Search

Beefsteak Plant (Wild Basil; Rattlesnake Weed; Shiso)

Beefsteak Plant

Perilla frutescens
Family: 
Lamiaceae (mints)
Description: 

A branching, herbaceous annual that can be green, deep purple, or various shades in between. Purplish plants look something like garden coleus. Flowers small, white or light purple, in elongated, spikelike clusters to 6 inches long, arising from leaf axils, with each flower on a short stalk subtended by a tiny leaflike bract. The calyx has 5 pointed lobes; the corolla has 5 rounded lobes. Blooms August-October. Leaves opposite, on long stems, large, soft, ovate to oblong, coarsely toothed, the upper surface indented with veins, the lower surface with raised veins. Foliage green or shades of purplish brown, highly aromatic. Stems lightly hairy, 4-angled, often purplish even on green plants.

Similar species: The many types of garden coleus tend to have leaves with rounded, not sharp teeth, with usually green or yellow banding or other marks on the leaves. Coleus leaves and stems tend to be thicker, and the flowers are different, too. Coleus rarely escapes cultivation.

Size: 
Height: to 3 feet.
Habitat and conservation: 
Found in moist or dry wooded bottomlands, open valley pastures, and along trails, railroads, and roadsides. A native of India and China, this annual herb was introduced as an ornamental and is widely naturalized. Planted in the home garden, it reseeds abundantly and can be somewhat weedy. Unlike other (perennial) garden mints, it does not spread by runners. Red varieties develop the deepest color in bright sunlight.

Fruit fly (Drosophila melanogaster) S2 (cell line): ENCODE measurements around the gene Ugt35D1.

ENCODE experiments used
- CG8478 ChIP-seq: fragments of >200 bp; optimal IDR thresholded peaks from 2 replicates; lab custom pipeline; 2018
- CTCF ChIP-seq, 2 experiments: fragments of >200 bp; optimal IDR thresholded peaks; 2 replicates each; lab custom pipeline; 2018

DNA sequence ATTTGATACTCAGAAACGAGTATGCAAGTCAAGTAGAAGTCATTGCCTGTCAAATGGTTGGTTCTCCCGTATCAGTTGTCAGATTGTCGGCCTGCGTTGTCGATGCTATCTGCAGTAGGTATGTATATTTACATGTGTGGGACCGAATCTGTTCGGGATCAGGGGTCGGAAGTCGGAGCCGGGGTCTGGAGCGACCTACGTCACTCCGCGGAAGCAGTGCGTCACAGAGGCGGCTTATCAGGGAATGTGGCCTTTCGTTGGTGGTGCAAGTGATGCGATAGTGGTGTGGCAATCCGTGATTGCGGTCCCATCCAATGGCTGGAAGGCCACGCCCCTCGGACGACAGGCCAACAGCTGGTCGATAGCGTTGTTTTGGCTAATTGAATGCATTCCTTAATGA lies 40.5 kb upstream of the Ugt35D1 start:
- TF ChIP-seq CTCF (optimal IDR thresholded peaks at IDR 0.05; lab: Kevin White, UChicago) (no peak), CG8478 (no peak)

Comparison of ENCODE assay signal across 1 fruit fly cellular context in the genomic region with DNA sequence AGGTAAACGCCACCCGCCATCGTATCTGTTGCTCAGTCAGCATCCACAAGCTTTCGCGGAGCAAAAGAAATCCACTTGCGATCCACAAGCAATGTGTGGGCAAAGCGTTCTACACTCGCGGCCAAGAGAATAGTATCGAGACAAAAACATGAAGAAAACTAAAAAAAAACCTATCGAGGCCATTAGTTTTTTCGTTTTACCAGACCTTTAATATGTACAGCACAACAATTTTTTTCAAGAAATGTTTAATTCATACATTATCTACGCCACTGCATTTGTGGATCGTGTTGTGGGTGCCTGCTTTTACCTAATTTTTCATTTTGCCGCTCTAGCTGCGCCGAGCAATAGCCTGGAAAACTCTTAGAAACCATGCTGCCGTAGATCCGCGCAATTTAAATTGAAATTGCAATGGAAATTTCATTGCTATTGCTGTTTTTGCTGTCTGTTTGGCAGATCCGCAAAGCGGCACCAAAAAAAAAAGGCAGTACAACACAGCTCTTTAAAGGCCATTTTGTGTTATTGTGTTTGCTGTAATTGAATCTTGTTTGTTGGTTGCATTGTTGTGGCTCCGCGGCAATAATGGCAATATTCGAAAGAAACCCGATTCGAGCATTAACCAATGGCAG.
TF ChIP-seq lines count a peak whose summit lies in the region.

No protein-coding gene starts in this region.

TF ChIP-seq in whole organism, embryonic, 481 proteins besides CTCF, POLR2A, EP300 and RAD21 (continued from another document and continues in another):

Distribution in Missouri: 
Occurs south of Missouri River, except north of it in a few eastern counties. Cultivated statewide.
Status: 
This species has many common names in different languages. The Japanese call it shiso, for example. In America it is called Chinese basil and perilla mint, but as Japanese cuisine becomes more popular, more are calling it shiso. Because it originally came to America as an ornamental, it is sometimes called summer coleus. It's called beefsteak plant because the darkest varieties are as red as steak. It's called rattlesnake weed because of the rattling of the dried seed capsules.
Human connections: 
Cultivated for centuries in Asia. Its seeds contain an edible oil that is also used as a lacquer. The leaves can be eaten as an herb or garnish and are popular with sushi chefs. The red varieties are used as a natural food coloring for Japanese pickled plums. Wild strains may be less tasty.
Ecosystem connections: 
This plant was apparently introduced to the United States in the middle 1800s. Like so many other nonnative introductions that can escape cultivation, each colony growing vigorously in the wild represents a place where our native plants cannot compete.
Shortened URL
http://mdc.mo.gov/node/19025